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Fri 10/13


My life is anchored by my faith and values.
Fri 10/13


My life is anchored by my faith and values.
—Psalm 139:13-14
“For you created my inmost being; you knit me together in my mother’s womb. I praise you because I am fearfully and wonderfully made; your works are wonderful, I know that full well.”


October 13 2023 Devotion Audio

Celebrate Who You Are

By: Ashley Kappel



Celebrate Who You Are

By: Ashley Kappel

One of my favorite bosses ever was a woman named Anne who lived for birthdays. She loved her own so much that she celebrated it for the entire month of October. While some people saw birthdays as a marker of getting older and a way to mark time, Anne saw them as a moment for true celebration of life.  

To Anne, a birthday wasn’t just a celebration of what you’d accomplished, it was a chance to celebrate exactly who you were—someone loved, cherished, honored, and created by God. She would drop a little gift on your desk, often a personalized notebook with a hand-crafted card, and take a minute to tell you what she really saw in you, and how much she appreciated you.  

Now, years since I’ve moved on from that job, I think of Anne on the first day of my birthday month. As I take the time to breathe in the joy of accomplishing another year, I also take inventory of myself and who I am: A celebrated, loved, cherished, honored child of God who is worthy of love and celebration. And so are you. Happy, happy birthday—all month long.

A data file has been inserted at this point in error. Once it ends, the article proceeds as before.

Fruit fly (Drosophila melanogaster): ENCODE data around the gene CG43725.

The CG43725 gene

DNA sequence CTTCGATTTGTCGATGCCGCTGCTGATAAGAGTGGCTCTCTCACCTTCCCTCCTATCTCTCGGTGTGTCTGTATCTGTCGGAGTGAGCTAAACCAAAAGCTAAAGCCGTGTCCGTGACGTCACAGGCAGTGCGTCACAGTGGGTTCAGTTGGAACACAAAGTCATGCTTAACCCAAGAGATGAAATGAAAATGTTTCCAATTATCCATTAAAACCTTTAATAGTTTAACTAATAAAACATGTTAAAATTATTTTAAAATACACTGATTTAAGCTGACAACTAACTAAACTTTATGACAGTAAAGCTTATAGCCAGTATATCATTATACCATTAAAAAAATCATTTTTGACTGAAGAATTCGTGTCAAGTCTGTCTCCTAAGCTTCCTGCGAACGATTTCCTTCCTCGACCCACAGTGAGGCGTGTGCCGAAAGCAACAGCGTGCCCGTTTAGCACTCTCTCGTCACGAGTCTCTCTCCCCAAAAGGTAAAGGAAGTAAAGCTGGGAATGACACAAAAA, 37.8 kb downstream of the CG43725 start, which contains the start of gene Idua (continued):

October 13 2023 Story

Identity Crisis Solved

By: Michelle Medlock Adams

Before I had my girls, I was a newspaper reporter for a Southern Indiana daily newspaper. I was also stringing for the Associated Press for a season, covering important local stories and even interviewing celebrities from time to time.  

When I went places in our readership area, people I’d never met before “knew me” and spoke to me about past stories I’d written or offered ideas for new pieces I should pursue.  

I liked being Michelle Adams, newspaper reporter.  

But, after I had our daughters, Abby and Ally, I eventually gave up my crazy, interesting, life-consuming job as a newspaper reporter to stay home and be a mommy while trying to build a freelance writing career.  

Suddenly, my day went from morning news meetings to morning cartoons. I wasn’t up on who had filled the vacant city council seats, but I could name every character on “Barney & Friends.”  

Life had changed, and I hadn’t been prepared for it.  

About a year after leaving the newspaper, my husband’s CPA firm was invited to a Chamber of Commerce event, so of course, I went as Jeff’s date. I was so excited to get out of my leggings and Uggs and into a nice dress and heels.  

As we mingled that night, chatting it up with the local movers and shakers, it was obvious I was no longer in the “in crowd.”  

I had transformed from “Michelle Adams, newspaper reporter” to simply Jeff’s wife and Abby’s and Ally’s mother. I had little to contribute to conversation since no one at the party seemed to care that Sesame Street had added a new member to its cast.  

Eventually, I gave up and left the corporate side of the room to find the other mommies who were there with their husbands, excited for a night out as well.